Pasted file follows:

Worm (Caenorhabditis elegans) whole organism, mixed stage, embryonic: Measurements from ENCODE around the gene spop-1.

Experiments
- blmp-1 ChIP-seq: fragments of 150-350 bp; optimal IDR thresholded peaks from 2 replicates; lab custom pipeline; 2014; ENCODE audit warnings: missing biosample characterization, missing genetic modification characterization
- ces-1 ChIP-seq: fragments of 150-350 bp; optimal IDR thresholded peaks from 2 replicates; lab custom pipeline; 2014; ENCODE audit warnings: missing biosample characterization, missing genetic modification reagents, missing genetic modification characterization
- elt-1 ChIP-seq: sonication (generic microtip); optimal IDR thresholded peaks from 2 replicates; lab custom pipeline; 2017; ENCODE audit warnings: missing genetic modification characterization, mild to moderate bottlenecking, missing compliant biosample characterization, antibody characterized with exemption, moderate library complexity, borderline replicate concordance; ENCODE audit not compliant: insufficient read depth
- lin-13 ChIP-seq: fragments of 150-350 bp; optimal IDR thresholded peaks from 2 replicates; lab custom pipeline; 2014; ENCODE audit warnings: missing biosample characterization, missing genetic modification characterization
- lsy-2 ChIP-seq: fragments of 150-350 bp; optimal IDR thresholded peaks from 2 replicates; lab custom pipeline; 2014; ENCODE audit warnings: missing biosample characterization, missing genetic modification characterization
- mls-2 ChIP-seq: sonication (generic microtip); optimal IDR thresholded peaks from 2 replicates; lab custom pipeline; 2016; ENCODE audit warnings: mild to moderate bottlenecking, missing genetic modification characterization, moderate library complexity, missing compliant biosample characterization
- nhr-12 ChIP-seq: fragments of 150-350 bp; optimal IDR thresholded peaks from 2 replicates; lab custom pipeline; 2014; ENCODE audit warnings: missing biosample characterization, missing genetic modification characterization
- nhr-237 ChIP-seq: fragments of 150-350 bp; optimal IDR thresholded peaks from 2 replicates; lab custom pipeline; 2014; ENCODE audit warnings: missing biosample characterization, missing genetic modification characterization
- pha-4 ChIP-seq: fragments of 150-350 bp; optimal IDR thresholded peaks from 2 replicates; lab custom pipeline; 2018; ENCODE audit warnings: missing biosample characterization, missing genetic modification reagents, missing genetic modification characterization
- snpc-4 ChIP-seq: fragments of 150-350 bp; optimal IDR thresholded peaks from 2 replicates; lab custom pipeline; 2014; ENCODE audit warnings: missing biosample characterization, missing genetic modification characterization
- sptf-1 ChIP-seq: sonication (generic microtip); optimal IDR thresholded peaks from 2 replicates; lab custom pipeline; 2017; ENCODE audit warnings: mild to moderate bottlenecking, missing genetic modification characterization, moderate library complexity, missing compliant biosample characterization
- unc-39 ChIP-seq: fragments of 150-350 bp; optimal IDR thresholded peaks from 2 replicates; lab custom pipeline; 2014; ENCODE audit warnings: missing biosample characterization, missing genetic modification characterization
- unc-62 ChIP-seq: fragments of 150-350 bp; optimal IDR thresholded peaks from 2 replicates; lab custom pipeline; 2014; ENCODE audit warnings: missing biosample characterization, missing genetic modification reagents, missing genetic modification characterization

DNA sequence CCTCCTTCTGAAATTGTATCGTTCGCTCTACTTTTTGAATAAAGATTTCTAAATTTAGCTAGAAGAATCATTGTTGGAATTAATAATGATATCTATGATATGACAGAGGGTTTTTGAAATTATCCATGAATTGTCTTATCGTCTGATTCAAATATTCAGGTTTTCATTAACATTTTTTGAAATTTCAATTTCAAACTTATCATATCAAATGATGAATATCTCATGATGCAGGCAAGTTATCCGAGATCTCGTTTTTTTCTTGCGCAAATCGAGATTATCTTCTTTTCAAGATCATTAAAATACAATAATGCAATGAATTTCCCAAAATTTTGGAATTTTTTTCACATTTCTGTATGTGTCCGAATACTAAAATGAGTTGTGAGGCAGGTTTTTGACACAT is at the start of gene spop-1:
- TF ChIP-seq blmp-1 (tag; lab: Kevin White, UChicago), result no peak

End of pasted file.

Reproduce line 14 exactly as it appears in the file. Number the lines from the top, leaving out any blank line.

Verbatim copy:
- unc-39 ChIP-seq: fragments of 150-350 bp; optimal IDR thresholded peaks from 2 replicates; lab custom pipeline; 2014; ENCODE audit warnings: missing biosample characterization, missing genetic modification characterization